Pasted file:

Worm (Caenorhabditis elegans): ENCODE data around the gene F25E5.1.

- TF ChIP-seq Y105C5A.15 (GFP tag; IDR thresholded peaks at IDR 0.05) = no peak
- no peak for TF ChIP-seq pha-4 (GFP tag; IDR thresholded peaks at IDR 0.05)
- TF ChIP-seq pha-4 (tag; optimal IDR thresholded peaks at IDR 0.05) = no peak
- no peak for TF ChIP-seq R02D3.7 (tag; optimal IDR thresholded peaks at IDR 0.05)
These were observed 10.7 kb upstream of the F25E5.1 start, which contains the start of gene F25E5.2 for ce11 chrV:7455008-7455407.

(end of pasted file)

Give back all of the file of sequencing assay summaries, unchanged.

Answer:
Worm (Caenorhabditis elegans): ENCODE data around the gene F25E5.1.

- TF ChIP-seq Y105C5A.15 (GFP tag; IDR thresholded peaks at IDR 0.05) = no peak
- no peak for TF ChIP-seq pha-4 (GFP tag; IDR thresholded peaks at IDR 0.05)
- TF ChIP-seq pha-4 (tag; optimal IDR thresholded peaks at IDR 0.05) = no peak
- no peak for TF ChIP-seq R02D3.7 (tag; optimal IDR thresholded peaks at IDR 0.05)
These were observed 10.7 kb upstream of the F25E5.1 start, which contains the start of gene F25E5.2 for ce11 chrV:7455008-7455407.